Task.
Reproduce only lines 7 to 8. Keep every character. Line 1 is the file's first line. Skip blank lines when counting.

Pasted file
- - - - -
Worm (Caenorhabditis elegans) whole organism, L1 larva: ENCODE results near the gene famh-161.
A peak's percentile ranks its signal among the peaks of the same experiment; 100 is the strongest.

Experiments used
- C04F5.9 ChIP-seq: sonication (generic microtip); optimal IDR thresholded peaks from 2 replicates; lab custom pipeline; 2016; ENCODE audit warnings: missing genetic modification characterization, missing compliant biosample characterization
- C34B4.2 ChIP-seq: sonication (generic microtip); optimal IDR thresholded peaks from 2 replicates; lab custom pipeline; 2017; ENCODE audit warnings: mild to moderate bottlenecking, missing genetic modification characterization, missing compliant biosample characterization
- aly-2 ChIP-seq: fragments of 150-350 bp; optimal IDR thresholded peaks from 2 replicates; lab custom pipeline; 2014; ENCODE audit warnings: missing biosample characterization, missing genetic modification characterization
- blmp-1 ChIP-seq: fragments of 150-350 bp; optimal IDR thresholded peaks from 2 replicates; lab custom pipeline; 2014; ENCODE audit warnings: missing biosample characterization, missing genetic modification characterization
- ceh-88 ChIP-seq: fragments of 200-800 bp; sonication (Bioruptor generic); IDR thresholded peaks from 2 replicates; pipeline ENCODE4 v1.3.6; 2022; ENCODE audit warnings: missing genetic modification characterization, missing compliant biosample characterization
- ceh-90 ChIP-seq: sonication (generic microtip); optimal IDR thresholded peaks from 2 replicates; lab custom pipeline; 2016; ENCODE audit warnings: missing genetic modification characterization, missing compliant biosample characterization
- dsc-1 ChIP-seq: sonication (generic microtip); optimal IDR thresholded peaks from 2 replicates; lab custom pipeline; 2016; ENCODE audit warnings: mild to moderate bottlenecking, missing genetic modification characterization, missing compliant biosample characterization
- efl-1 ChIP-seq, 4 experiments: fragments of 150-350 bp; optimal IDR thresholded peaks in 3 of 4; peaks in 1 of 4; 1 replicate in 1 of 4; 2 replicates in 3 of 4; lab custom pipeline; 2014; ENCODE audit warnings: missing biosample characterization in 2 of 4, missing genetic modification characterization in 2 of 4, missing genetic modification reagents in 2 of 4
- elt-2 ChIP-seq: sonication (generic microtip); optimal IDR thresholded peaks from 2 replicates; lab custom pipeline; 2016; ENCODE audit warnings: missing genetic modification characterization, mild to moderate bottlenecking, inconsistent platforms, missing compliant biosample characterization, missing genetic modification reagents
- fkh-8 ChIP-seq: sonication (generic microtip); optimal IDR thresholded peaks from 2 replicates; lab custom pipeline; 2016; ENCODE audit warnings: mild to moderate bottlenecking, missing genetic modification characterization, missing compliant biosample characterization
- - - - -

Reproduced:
- blmp-1 ChIP-seq: fragments of 150-350 bp; optimal IDR thresholded peaks from 2 replicates; lab custom pipeline; 2014; ENCODE audit warnings: missing biosample characterization, missing genetic modification characterization
- ceh-88 ChIP-seq: fragments of 200-800 bp; sonication (Bioruptor generic); IDR thresholded peaks from 2 replicates; pipeline ENCODE4 v1.3.6; 2022; ENCODE audit warnings: missing genetic modification characterization, missing compliant biosample characterization